Birds keep berry growers guessing when it comes to management tactics.
Eric Crawford, president of Fresh Results LLC, Sunrise, Fla., said birds are a real problem when it comes to blueberries, no matter where they are grown.
“From backyard gardens to commercial fields, they are a major problem. They just won’t leave the berries alone,” he said.
The problem is simple. Birds eat blueberries. Unfortunately, the solution isn’t as simple.
“Not one single growing region has been able to really figure out a way to avoid the issue,” he said, mentioning several different methods that various growers use.
“We’ve tried all sorts of crazy things, from loud speakers that sound like guns, to other noise makers and fake birds and there’s just no fail-safe way to do it,” he said.
Well-Pict BerriesWell-Pict Berries' strawberries actually do benefit from birds, according to director of marketing Jim Grabowski. The birds eat insects, so even though they do cause damage, the company also sees the birds' benefits.One problem is that the birds aren’t stupid. Not only will they soon show up to an area after bushes are planted, but they quickly learn that the various control techniques are not real threats.
“They’ll hear the noise mechanism go off and just come right back,” Crawford said.
Frustrated growers can’t resort to simply shooting the birds because that would present a food safety risk.
Other methods include using netting, often used to protect crops from hail damage, which is a very costly technique. Crawford said nets are used mostly in Argentina right now, and are placed over a frame that covers a hectare of ground.
“It can be $50,000 per hectare, so as that process becomes less expensive, I think we’ll see it more,” Crawford said.
But even that isn’t foolproof.
“It may help deter the birds, but they are smart. They simply fly to the ground and walk under the net,” he said.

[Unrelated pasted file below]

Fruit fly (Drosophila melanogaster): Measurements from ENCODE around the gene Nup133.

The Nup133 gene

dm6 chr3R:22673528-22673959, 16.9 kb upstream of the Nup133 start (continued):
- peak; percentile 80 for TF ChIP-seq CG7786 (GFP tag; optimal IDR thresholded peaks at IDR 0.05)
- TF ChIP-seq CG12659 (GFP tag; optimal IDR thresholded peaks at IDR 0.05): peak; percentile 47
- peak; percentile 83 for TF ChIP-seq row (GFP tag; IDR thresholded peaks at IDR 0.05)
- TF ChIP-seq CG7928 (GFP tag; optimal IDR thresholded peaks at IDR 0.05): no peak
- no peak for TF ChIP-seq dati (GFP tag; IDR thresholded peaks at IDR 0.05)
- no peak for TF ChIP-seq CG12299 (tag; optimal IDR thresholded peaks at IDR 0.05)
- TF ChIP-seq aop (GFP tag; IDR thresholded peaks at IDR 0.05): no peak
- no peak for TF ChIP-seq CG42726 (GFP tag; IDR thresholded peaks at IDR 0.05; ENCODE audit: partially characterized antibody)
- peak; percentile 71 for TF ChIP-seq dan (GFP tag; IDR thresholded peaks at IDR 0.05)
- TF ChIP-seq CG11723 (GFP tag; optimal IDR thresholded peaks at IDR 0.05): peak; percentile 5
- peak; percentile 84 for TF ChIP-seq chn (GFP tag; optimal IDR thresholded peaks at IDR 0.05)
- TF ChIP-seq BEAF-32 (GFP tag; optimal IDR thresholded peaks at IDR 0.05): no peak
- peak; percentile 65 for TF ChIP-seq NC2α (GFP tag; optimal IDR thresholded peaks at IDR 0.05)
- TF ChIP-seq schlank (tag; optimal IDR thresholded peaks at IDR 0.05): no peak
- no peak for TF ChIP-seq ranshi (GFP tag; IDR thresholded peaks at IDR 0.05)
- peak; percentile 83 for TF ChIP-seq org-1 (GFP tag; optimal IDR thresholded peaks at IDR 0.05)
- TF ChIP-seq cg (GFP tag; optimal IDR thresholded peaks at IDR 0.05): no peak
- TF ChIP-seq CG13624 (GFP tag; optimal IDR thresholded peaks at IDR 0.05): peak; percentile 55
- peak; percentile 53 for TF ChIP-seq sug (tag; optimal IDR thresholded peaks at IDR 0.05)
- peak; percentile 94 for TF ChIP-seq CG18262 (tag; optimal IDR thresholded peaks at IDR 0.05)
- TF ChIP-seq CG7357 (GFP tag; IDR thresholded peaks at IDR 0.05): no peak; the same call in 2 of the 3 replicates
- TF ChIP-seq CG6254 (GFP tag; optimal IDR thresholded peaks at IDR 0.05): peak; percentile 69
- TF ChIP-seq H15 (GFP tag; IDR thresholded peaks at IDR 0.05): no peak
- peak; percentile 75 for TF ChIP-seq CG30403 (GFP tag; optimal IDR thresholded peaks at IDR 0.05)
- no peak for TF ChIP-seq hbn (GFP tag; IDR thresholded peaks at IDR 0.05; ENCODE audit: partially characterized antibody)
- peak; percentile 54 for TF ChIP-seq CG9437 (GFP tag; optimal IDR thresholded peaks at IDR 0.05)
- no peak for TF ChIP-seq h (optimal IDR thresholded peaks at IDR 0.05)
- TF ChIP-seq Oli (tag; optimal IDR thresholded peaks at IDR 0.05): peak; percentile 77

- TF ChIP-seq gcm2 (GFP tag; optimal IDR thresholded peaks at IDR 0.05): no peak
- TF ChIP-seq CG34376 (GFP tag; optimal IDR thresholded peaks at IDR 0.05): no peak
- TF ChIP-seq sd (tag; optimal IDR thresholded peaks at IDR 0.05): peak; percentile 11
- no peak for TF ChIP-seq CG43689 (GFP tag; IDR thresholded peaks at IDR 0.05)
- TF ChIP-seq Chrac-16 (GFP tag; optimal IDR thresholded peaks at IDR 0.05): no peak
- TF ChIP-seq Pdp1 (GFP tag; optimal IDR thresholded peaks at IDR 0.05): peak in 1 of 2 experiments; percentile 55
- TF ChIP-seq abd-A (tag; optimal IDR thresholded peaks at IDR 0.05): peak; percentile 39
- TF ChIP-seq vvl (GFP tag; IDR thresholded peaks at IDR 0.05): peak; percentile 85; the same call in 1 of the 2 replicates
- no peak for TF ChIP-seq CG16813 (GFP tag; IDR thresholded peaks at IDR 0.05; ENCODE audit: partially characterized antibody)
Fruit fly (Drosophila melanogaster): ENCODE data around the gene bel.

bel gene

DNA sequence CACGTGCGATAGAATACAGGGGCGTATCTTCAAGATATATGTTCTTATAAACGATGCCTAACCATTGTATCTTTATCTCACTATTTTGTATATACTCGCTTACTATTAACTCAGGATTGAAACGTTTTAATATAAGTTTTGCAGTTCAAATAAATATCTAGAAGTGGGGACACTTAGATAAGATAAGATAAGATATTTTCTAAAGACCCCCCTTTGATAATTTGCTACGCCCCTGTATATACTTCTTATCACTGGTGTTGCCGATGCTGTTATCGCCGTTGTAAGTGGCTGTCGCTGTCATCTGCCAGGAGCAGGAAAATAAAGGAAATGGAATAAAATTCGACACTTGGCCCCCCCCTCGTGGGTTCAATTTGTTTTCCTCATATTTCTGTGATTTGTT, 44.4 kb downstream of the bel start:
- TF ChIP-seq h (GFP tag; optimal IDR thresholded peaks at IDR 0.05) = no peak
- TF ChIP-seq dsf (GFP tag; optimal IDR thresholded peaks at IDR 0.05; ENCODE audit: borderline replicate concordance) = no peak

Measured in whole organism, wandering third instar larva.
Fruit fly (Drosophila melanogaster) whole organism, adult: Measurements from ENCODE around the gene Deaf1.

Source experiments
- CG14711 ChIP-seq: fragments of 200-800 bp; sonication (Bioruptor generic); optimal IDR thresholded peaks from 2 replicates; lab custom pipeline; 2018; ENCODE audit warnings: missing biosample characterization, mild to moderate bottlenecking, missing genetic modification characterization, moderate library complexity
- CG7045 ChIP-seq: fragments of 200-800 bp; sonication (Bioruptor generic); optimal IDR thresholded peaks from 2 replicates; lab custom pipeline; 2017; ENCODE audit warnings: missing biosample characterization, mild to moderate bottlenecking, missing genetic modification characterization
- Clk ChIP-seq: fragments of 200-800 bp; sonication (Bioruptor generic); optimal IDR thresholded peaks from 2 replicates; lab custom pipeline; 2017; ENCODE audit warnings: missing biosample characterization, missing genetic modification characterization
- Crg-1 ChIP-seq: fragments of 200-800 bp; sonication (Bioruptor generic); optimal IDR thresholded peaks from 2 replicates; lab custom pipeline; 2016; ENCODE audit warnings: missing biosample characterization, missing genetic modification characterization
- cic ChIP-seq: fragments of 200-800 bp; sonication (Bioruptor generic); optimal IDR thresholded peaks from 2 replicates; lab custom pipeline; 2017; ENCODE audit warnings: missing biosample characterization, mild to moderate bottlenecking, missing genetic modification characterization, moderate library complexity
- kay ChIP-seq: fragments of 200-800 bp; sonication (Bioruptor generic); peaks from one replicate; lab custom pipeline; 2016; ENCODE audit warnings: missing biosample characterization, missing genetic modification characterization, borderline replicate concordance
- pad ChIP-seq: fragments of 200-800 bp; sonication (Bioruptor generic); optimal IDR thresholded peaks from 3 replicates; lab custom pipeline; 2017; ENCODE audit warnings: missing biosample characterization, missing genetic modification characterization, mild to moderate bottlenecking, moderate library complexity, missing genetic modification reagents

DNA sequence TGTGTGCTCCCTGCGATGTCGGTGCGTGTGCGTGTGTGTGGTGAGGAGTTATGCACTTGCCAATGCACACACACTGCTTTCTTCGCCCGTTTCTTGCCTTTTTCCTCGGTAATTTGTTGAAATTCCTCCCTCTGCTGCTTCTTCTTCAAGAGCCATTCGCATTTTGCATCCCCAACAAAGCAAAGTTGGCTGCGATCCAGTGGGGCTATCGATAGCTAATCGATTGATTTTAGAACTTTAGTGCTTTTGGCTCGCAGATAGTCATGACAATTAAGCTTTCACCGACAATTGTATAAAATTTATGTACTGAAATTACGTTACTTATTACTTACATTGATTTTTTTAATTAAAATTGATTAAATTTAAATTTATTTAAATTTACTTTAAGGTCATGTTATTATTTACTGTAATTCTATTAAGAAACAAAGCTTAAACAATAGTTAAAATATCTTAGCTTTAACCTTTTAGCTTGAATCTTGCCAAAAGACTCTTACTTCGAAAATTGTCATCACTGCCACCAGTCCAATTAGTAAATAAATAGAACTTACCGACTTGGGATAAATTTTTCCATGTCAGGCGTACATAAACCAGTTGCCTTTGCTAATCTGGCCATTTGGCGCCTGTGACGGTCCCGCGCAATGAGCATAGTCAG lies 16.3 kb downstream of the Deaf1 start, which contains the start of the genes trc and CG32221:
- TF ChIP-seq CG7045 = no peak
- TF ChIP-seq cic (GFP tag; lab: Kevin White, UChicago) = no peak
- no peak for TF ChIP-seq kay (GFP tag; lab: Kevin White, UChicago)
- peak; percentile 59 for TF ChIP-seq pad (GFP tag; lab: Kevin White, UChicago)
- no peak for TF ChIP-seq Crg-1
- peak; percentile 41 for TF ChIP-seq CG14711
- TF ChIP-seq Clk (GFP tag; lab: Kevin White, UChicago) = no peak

There has been some progress, though, and research is helping to find solutions that may work well in the future.
“There is a lot of research performed for bird-resistant sprays that actually cause discomfort to birds when landing on a bush but are virtually undetected by humans,” said Caylan Gingerich, blueberry procurement, Gourmet Trading Co., Redondo Beach, Calif.
However, Jim Grabowski, director of marketing, Well-Pict Berries, for Watsonville, Calif., doesn’t necessarily see birds as an enemy.
In fact, the company sees birds as a partial partner in its efforts to reduce pesticide use, even though they do cause some problems of their own, Grabowski said.
“Birds eat some of the insects or pests in strawberry fields, and so while they often damage the berries, we’ll deal with them as best as possible because they do yield some benefit,” he said.
In addition, not all areas have as many issues with birds stealing berries or damaging crops.
“Bird pressure can vary depending on region and some growers face this struggle worse than others. For instance, in the Pacific Northwest growers can face a crop loss of 10% or more to bird damage,” Gingerich said.